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Speed Limit - 1,167 words
Should highway speed limits be increased? Should we strike down every sign that the government posts and uses to regulate the speed limit on the thousands of highways around the country? Should we trust the driving ability of each and every person to drive within a reasonably safe speed? The response that most people lean toward is one of negativity. People automatically assume that the speeds presently posted on our highways are there only for our own protection. People do not believe that the government is knowingly implementing speed limits that are below a safe speed for a given roadway. It is true that the government claims to set speed limits that are for the public well being. As the ...
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Speed Limit - 1,213 words
... rved an increase in fatalities per one hundred million miles. Although, this is not the factor that has stunned many. The fact that the total death rate is down from 24,911 people in 1995 to 24,855 in 1996 is of much more importance. Some of the most notable decreases in fatalities include Mississippi - down 21percent, and Montana -down 10 percent. (Chaser) Montana is a wonderful example not only because of its decrease in fatalities but because of its unique situation. Montana is presently the only state where there is no daytime speed limit on the highways. California is also experiencing records with its lowest fatality rate since 1959. The average deaths per a year in California were ...
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Eastern Gray Kangaroo Management Plan - 872 words
Nonetheless, in this plan, I shall try to cover any concerns in an effort to show how to further benefit the Macropus giganteus. My first concern is the kangaroo's habitat. Kangaroos can survive in very dense packs, called mobs, as has been shown by studies recording as many as 357 kangaroos per square kilometer living in a single nature reserve. However, they prefer to have more land available to them for grazing, as they feed primarily on shrubs and grasses that grow in the open fields. To address this, I would propose a solution that has proven effective in raising the populations in the past; deforestation. Kangaroos do not utilize the densely wooded areas in any way that would make them ...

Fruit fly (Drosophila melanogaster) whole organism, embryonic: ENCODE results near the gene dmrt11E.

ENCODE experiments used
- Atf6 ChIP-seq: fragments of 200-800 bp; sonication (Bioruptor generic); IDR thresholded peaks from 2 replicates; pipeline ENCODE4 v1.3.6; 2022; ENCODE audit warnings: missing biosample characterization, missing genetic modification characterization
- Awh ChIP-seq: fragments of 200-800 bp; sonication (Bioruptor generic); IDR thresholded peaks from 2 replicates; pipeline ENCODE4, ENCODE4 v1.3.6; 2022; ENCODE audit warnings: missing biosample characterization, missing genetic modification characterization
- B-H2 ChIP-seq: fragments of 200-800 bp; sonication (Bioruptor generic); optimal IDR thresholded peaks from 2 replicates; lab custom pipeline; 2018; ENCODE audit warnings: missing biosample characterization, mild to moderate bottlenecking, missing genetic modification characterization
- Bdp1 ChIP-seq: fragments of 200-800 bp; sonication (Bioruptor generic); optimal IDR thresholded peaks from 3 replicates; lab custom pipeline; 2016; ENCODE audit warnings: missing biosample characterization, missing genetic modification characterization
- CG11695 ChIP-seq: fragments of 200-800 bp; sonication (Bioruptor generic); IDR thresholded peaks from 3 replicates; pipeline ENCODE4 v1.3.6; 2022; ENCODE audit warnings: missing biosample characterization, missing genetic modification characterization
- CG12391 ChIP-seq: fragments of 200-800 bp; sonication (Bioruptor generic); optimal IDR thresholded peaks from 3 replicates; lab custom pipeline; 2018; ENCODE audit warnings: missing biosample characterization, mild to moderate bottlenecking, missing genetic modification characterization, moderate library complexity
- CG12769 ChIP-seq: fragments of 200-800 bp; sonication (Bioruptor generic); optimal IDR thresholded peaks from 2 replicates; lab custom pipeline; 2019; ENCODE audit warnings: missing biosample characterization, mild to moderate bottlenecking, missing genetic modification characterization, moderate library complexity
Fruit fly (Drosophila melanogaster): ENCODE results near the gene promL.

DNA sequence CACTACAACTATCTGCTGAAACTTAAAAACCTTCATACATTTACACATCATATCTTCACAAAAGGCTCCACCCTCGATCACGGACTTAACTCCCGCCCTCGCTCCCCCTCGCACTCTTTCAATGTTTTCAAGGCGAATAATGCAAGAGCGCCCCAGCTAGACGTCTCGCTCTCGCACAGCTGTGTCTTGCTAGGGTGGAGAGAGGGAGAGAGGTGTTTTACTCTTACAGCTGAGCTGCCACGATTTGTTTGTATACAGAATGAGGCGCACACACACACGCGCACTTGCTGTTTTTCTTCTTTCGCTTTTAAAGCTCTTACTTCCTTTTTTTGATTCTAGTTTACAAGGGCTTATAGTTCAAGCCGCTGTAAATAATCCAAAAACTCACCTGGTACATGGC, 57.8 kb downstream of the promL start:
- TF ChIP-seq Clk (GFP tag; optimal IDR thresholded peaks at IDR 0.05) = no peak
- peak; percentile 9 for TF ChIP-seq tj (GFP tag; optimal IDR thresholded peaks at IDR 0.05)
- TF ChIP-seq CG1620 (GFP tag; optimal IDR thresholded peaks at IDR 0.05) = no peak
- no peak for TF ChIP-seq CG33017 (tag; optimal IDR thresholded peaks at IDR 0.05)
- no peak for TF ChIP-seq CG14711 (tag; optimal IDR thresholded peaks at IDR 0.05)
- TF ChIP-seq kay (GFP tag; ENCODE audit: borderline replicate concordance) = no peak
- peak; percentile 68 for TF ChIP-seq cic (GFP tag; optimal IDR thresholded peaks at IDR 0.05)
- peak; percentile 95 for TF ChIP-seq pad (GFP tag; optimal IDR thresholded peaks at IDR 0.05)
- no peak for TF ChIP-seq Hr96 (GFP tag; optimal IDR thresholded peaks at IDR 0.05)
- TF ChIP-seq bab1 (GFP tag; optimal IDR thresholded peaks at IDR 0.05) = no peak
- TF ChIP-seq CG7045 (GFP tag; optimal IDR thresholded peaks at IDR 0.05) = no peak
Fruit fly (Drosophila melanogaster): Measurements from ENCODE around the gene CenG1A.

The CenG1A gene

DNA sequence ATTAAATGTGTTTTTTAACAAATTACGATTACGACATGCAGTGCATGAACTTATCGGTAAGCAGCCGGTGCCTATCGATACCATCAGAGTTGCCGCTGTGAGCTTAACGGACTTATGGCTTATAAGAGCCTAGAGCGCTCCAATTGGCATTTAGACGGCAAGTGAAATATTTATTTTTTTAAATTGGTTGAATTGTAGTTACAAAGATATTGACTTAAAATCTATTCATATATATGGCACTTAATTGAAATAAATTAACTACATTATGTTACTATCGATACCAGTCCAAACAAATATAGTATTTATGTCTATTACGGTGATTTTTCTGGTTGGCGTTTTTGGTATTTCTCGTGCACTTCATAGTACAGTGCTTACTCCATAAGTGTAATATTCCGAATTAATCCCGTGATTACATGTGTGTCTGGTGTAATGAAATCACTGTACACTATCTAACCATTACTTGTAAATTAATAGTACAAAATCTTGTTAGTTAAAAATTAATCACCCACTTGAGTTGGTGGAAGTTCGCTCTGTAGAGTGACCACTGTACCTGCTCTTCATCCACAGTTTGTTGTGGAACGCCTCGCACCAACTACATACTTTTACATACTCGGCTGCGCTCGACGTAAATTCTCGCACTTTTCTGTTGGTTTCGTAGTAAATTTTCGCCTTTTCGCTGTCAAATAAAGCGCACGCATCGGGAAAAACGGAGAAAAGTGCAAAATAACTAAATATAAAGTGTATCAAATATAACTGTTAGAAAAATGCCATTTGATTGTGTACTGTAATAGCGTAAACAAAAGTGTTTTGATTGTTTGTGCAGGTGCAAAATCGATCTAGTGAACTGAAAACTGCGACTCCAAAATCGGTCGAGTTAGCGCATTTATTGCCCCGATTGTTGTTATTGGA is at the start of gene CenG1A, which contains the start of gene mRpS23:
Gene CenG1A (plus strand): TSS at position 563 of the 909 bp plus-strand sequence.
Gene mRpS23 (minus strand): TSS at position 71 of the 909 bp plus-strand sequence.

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Smog Does Nobody Good - 1,178 words
Many do not know the exact definition of smog or why it is dangerous. Smog is defined in Scott Monds' "Smog, Let's Clear the Air" as the "brownish-yellow haze" found hanging above large cities. Smog is mostly a part of the "ozone gas", which can be harmful when found at ground level. Small amounts of ozone gas can be good, but when mixed with pollutants, it creates the smog (Monds). Nitrogen Dioxide and tiny debris such as soot give smog its distinctive color as well as VOCs or "volatile organic compounds". Smog is a dangerous mix of chemicals that can cause short and long term health problems. It can aggravate the eyes, nose, and throat, as well as induce asthma attacks and increase hospita ...